Lighting: Layers




December 1998

Lighting Programs For Table Egg Layers

Ralph A. Ernst
Extension Poultry Specialist
Department of Animal Science
University of California, Davis, CA 95616

Laying pullets are usually exposed to a stimulatory lighting program at 16 to 23 weeks of age. A stimulatory lighting program is defined as one which provides light of adequate intensity in the photo-sensitive period (see Figure 1). Chickens perceive dawn as the first light following the longest dark period in the 24 hour cycle. Therefore, photo-schedules often contain one longer dark period to establish the photo-sensitive phase and time of oviposition. Continuous light or short repeated cycles such as 1 hour light followed by 2 hour darkness (1L:2D) are photo-stimulatory because there is always adequate light within the photo-sensitive period regardless of the light period perceived as dawn. There are an infinite number of photo-schedules which would be stimulatory for chickens of an appropriate age. The challenge is to find a schedule which will optimize the profitability of the flock.

Figure 1

Age to Light Pullets

Research has shown that there is an optimum age for pullets to reach sexual maturity (50% lay) for each genetic stock and each set of economic conditions. In general, very early sexual maturity for the strain (produced by photo-stimulation at an early age) results in more total eggs but large numbers of small and peewee eggs. In contrast, if sexual maturity is delayed too long very few small eggs will be produced but the total mass of eggs produced will be reduced.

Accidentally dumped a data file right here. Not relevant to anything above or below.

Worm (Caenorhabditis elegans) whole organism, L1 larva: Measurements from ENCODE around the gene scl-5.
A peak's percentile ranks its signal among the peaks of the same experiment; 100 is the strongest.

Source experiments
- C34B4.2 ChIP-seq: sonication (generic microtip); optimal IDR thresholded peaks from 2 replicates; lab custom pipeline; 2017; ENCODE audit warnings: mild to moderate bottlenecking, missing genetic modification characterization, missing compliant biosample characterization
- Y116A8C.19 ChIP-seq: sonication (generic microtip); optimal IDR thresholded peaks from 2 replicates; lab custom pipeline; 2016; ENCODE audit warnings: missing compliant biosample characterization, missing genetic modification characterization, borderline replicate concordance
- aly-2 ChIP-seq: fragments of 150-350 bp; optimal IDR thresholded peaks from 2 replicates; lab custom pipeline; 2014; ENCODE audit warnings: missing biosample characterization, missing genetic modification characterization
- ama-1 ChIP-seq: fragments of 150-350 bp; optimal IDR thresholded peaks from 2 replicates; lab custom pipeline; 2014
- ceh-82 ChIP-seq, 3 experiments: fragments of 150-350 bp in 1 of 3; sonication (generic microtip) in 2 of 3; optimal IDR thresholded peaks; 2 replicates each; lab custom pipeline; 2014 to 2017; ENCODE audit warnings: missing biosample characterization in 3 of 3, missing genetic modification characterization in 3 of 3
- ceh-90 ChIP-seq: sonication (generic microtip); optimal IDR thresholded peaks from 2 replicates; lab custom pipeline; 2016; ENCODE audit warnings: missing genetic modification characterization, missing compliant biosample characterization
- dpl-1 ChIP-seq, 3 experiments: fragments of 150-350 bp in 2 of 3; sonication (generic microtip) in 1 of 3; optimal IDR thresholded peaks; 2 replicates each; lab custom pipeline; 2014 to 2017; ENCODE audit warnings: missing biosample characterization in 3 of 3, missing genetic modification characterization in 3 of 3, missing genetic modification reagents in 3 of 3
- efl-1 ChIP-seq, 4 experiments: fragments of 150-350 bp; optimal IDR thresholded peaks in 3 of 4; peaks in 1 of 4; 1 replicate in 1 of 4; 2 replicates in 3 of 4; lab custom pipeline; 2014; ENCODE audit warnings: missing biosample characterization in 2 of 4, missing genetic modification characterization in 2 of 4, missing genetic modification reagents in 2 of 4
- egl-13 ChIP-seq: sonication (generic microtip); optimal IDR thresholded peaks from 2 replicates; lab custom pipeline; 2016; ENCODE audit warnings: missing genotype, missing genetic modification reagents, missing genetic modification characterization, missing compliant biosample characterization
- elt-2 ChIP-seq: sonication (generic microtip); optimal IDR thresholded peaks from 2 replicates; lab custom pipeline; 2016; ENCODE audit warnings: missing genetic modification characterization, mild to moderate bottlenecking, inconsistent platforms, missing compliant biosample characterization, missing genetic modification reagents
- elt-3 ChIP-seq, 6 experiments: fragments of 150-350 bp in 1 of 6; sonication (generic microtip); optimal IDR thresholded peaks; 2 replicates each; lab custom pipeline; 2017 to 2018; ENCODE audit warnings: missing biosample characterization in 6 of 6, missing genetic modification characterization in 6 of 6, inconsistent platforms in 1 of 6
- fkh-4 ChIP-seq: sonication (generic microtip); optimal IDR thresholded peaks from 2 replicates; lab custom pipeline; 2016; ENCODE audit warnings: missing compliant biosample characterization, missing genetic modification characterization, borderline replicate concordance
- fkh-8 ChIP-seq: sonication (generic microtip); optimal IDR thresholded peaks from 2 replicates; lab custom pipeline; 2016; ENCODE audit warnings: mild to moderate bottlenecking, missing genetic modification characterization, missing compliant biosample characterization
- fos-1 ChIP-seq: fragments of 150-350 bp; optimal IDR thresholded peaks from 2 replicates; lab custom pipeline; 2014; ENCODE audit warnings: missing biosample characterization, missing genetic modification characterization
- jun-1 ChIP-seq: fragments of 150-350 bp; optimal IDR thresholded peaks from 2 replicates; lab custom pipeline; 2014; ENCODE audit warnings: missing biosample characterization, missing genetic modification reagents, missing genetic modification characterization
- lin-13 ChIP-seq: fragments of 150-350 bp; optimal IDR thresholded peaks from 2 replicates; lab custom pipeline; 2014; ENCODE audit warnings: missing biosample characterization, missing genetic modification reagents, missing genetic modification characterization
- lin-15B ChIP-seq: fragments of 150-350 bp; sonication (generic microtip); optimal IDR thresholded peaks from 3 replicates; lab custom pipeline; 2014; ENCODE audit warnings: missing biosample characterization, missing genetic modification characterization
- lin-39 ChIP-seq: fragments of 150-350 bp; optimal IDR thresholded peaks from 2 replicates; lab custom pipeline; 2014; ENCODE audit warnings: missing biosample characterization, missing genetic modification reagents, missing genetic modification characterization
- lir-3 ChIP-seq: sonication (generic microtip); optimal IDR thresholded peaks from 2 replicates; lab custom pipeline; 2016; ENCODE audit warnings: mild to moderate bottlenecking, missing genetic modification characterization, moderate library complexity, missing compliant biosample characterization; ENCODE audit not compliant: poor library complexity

Decreasing or Increasing Day Lengths

Decreasing day lengths inhibit secretion of reproductive hormones from the pituitary gland and should never be allowed to occur when egg production is desired. Increasing day lengths stimulate a reproductive response even when the light does not extend into the photo-sensitive period as described in Figure 1 (e.g. increasing from an 8 hour day). Decreases in daylight are often used as part of a molting program to inhibit egg production.

Light Intensity

The minimum recommended light intensity to photo stimulate hens is .5 ft. candles (5 lux) measured at the feed trough in the darkest part of the house. The lighting system should be designed with a slightly higher light intensity because lamps decrease in light output as they age or if they are not clean.